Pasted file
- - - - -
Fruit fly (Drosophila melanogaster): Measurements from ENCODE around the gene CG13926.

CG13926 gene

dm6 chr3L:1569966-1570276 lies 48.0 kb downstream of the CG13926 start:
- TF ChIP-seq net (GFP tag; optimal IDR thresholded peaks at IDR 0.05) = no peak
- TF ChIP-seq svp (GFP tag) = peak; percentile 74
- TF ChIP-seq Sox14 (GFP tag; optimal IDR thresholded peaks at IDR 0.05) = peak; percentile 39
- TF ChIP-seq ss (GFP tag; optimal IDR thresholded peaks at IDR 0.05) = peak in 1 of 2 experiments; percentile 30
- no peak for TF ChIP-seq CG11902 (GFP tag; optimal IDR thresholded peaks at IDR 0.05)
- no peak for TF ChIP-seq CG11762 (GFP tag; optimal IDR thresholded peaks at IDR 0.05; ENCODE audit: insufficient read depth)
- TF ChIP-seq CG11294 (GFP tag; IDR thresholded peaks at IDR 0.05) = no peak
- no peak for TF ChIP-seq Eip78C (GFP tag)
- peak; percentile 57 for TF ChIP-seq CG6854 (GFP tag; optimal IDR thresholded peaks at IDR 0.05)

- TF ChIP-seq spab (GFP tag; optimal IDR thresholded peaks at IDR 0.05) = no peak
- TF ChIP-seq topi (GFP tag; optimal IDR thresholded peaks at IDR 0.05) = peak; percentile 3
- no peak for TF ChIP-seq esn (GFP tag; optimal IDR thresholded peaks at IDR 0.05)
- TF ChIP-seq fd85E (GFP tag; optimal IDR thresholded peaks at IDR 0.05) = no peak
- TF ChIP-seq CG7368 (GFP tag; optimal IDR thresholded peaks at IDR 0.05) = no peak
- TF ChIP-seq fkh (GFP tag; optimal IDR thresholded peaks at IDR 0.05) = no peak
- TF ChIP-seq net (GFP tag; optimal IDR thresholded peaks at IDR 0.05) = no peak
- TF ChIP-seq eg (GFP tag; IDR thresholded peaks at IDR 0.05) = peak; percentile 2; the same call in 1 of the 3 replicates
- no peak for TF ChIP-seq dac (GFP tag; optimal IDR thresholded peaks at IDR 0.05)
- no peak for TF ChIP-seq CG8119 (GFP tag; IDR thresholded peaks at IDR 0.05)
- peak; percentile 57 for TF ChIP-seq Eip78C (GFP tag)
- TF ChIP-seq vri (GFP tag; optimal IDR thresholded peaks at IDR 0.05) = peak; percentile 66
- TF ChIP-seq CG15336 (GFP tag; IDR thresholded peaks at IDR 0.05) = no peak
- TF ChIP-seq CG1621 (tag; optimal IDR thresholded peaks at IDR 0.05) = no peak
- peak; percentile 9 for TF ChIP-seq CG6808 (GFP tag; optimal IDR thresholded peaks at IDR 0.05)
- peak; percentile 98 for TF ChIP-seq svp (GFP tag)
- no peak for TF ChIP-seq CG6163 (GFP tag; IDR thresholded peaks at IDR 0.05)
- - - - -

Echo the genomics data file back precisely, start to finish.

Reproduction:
Fruit fly (Drosophila melanogaster): Measurements from ENCODE around the gene CG13926.

CG13926 gene

dm6 chr3L:1569966-1570276 lies 48.0 kb downstream of the CG13926 start:
- TF ChIP-seq net (GFP tag; optimal IDR thresholded peaks at IDR 0.05) = no peak
- TF ChIP-seq svp (GFP tag) = peak; percentile 74
- TF ChIP-seq Sox14 (GFP tag; optimal IDR thresholded peaks at IDR 0.05) = peak; percentile 39
- TF ChIP-seq ss (GFP tag; optimal IDR thresholded peaks at IDR 0.05) = peak in 1 of 2 experiments; percentile 30
- no peak for TF ChIP-seq CG11902 (GFP tag; optimal IDR thresholded peaks at IDR 0.05)
- no peak for TF ChIP-seq CG11762 (GFP tag; optimal IDR thresholded peaks at IDR 0.05; ENCODE audit: insufficient read depth)
- TF ChIP-seq CG11294 (GFP tag; IDR thresholded peaks at IDR 0.05) = no peak
- no peak for TF ChIP-seq Eip78C (GFP tag)
- peak; percentile 57 for TF ChIP-seq CG6854 (GFP tag; optimal IDR thresholded peaks at IDR 0.05)

- TF ChIP-seq spab (GFP tag; optimal IDR thresholded peaks at IDR 0.05) = no peak
- TF ChIP-seq topi (GFP tag; optimal IDR thresholded peaks at IDR 0.05) = peak; percentile 3
- no peak for TF ChIP-seq esn (GFP tag; optimal IDR thresholded peaks at IDR 0.05)
- TF ChIP-seq fd85E (GFP tag; optimal IDR thresholded peaks at IDR 0.05) = no peak
- TF ChIP-seq CG7368 (GFP tag; optimal IDR thresholded peaks at IDR 0.05) = no peak
- TF ChIP-seq fkh (GFP tag; optimal IDR thresholded peaks at IDR 0.05) = no peak
- TF ChIP-seq net (GFP tag; optimal IDR thresholded peaks at IDR 0.05) = no peak
- TF ChIP-seq eg (GFP tag; IDR thresholded peaks at IDR 0.05) = peak; percentile 2; the same call in 1 of the 3 replicates
- no peak for TF ChIP-seq dac (GFP tag; optimal IDR thresholded peaks at IDR 0.05)
- no peak for TF ChIP-seq CG8119 (GFP tag; IDR thresholded peaks at IDR 0.05)
- peak; percentile 57 for TF ChIP-seq Eip78C (GFP tag)
- TF ChIP-seq vri (GFP tag; optimal IDR thresholded peaks at IDR 0.05) = peak; percentile 66
- TF ChIP-seq CG15336 (GFP tag; IDR thresholded peaks at IDR 0.05) = no peak
- TF ChIP-seq CG1621 (tag; optimal IDR thresholded peaks at IDR 0.05) = no peak
- peak; percentile 9 for TF ChIP-seq CG6808 (GFP tag; optimal IDR thresholded peaks at IDR 0.05)
- peak; percentile 98 for TF ChIP-seq svp (GFP tag)
- no peak for TF ChIP-seq CG6163 (GFP tag; IDR thresholded peaks at IDR 0.05)